FDA Approves Shingles Vaccine

It's recommended for those 60 years of age and older

FRIDAY, May 26, 2006 (HealthDay News) -- A new vaccine that can protect as many as 50 percent of older adults from developing shingles has been approved by the U.S. Food and Drug Administration.

The FDA on Thursday licensed Zostavax, the new vaccine made by Merck & Co., which significantly reduces the risk of shingles (herpes zoster) in people 60 years of age and older.

Shingles is caused by the varicella-zoster virus, the same virus that causes chickenpox. After someone has had chickenpox, the virus lies dormant in nerve tissue. As people get older, the virus can reappear in the form of shingles. It is estimated that shingles affects two in every 10 people in their lifetime.

Shingles appears as clusters of blisters that develop on one side of the body and can cause severe pain that may last for weeks, months or years.

"We believe this vaccine will help reduce the risk of shingles in individuals 60 years of age and older," said Dr. Jesse Goodman, director of the FDA's Center for Biologics Evaluation and Research, at a press conference Friday. "This is the only vaccine that reduces the risk or reactivation of varicella-zoster virus," he added.

The vaccine is unique, said Norman Baylor, director of the FDA's Office of Vaccines Research and Review at the Center for Biologics and Evaluation and Research. "We are seeing the benefit of vaccines to the adult population," he said.

The vaccine isn't designed to prevent new infections but rather to prevent the reemergence of an infection, Baylor said. "This vaccine does not prevent infection. It is essentially boosting an older person's immunity against the virus, in order to prevent the virus from emerging and causing shingles," he said.

"This vaccine will have a significant impact on what is an increasing and painful disease in an increasing elderly population," Baylor added.

The vaccine is not intended for people who have or have had shingles. "The vaccine will not treat shingles," Baylor said. "The whole idea of this vaccine is to prevent people from getting it."

The vaccine also isn't recommended for people whose immune systems are compromised, such as those with HIV/AIDS, or patients receiving immunosuppressant therapy, Baylor said.

One expert thinks every adult over 60 should get the vaccine.

"I am absolutely delighted that it got approved," said Dr. Donald Gilden, professor and chairman of the Department of Neurology at the University of Colorado Health Sciences Center. "It has been tested for 10 years and shown to reduce the incidence of shingles by 50 percent."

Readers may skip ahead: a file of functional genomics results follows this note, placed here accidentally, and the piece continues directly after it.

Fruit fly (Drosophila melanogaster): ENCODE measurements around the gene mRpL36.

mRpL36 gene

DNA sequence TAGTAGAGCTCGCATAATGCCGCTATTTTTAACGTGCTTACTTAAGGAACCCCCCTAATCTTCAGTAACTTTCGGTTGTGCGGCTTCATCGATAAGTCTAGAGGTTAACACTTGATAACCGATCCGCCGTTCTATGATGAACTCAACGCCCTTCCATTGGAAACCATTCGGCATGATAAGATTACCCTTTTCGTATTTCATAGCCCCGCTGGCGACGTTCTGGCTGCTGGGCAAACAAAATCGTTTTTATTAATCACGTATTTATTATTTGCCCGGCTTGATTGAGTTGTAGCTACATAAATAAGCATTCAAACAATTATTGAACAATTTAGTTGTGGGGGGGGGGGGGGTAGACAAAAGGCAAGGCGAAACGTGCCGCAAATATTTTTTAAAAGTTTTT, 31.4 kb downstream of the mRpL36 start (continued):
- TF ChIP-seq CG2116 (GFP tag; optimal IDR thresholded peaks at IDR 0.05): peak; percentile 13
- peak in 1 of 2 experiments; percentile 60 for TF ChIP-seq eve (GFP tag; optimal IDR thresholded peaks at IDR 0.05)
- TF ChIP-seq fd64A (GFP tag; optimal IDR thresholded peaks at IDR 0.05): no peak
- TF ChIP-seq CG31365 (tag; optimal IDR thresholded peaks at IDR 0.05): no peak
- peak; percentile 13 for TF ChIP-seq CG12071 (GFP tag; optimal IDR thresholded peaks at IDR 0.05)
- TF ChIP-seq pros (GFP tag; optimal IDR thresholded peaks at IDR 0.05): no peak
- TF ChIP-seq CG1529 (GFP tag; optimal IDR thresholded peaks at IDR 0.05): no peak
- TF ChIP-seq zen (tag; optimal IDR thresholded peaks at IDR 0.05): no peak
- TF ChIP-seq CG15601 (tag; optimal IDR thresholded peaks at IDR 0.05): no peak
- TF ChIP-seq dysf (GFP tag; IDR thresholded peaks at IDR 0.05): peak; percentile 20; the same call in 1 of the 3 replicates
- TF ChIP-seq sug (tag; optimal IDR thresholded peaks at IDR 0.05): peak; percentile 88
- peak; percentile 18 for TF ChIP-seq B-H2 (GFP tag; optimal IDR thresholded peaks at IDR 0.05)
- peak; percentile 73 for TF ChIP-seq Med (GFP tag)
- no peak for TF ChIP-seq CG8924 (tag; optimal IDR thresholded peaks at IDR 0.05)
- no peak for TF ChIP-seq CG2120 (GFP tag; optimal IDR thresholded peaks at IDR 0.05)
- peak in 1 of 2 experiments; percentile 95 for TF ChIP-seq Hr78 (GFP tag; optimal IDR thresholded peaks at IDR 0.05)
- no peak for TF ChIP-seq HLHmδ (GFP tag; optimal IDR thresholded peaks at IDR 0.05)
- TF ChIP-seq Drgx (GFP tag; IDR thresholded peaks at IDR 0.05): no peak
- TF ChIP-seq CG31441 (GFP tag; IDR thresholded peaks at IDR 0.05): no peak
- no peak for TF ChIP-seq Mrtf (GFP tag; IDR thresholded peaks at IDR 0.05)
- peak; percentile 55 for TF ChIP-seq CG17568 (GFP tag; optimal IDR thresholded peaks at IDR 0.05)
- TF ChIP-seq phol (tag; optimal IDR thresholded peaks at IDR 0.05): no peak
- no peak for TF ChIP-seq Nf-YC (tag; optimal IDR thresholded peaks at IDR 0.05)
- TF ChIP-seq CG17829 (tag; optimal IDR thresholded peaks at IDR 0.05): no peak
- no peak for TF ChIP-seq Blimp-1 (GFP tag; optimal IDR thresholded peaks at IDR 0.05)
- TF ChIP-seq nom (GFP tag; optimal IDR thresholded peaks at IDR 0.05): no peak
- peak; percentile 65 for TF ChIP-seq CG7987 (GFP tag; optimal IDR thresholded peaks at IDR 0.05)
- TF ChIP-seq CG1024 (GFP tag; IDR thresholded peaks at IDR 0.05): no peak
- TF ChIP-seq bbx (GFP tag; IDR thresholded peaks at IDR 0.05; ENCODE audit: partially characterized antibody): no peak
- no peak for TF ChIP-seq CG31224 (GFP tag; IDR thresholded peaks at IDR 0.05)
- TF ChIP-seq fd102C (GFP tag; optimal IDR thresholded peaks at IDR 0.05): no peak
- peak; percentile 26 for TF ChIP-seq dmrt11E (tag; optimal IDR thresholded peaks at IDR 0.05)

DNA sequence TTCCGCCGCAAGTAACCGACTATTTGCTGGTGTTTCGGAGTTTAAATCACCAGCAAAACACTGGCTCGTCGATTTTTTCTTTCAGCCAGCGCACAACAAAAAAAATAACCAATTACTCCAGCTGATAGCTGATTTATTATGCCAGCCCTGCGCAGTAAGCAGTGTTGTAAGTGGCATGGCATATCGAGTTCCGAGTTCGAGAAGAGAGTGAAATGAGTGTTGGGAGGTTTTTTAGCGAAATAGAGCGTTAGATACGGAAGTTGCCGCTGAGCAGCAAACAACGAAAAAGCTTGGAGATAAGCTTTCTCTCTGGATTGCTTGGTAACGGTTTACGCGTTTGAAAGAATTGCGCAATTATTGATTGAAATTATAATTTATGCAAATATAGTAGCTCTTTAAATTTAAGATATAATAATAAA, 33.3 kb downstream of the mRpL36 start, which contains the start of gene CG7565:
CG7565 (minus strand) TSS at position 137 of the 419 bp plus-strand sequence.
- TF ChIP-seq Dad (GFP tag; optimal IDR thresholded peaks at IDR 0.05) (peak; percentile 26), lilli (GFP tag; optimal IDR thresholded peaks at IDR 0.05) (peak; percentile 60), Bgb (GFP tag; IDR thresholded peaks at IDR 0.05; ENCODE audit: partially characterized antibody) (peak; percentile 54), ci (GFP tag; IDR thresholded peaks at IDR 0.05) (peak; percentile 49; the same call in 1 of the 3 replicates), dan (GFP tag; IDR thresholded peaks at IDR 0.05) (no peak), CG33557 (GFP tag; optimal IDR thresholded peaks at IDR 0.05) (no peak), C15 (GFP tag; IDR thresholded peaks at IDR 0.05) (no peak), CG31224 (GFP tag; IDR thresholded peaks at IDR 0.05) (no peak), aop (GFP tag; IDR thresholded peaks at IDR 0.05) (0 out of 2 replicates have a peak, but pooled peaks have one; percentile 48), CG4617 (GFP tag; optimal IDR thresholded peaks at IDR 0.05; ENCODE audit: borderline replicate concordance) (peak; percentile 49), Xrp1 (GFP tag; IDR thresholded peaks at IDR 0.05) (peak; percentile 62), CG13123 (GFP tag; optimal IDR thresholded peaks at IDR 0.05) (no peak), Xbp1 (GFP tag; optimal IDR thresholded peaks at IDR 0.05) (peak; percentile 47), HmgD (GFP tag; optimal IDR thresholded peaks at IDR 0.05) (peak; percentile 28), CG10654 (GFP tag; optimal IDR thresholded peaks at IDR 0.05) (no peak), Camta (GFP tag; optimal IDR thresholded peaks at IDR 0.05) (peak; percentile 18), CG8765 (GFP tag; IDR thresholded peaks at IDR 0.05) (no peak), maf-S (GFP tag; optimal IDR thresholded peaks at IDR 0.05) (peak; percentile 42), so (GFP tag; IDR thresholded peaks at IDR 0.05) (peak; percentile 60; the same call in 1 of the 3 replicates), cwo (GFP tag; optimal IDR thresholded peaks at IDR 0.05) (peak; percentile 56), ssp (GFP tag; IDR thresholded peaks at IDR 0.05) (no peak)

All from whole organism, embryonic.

Since shingles affects about 1 million people in the United States each year, the vaccine could offer a significant benefit, Gilden said. "It's not going to wipe out shingles," he said, "but it will reduce the incidence of shingles very effectively."

Another expert agrees the vaccine can have a significant impact.

"This is a terrific advance, with major implications in preventing a serious, common, chronic pain condition," said Dr. Anne Louise Oaklander, the director of the Nerve Injury Unit at Massachusetts General Hospital and an associate professor of neurology at Harvard Medical School.

Oaklander said the vaccine offers great benefit with very little risk. "The benefits are potentially enormous," she said, "not only in lessening illness from shingles, but in preventing postherpetic neuralgia, a devastating pain condition that commonly develops in older shingles patients."

More information

The National Institute of Allergy and Infectious Diseases can tell you more about shingles.

SOURCES: Jesse Goodman, M.D., director, Center for Biologics Evaluation and Research, U.S. Food and Drug Administration, Rockville, Md.; Norman Baylor, Ph.D., director, Office of Vaccines Research and Review, Center for Biologics and Evaluation and Research, U.S. Food and Drug Administration, Rockville, Md.; Donald H. Gilden, M.D., professor and chairman, Department of Neurology, University of Colorado Health Sciences Center, Denver; Anne Louise Oaklander, M.D., Ph.D., director, Nerve Injury Unit, Massachusetts General Hospital, and associate professor of neurology, Harvard Medical School, Boston; May 26, 2006, FDA press briefing
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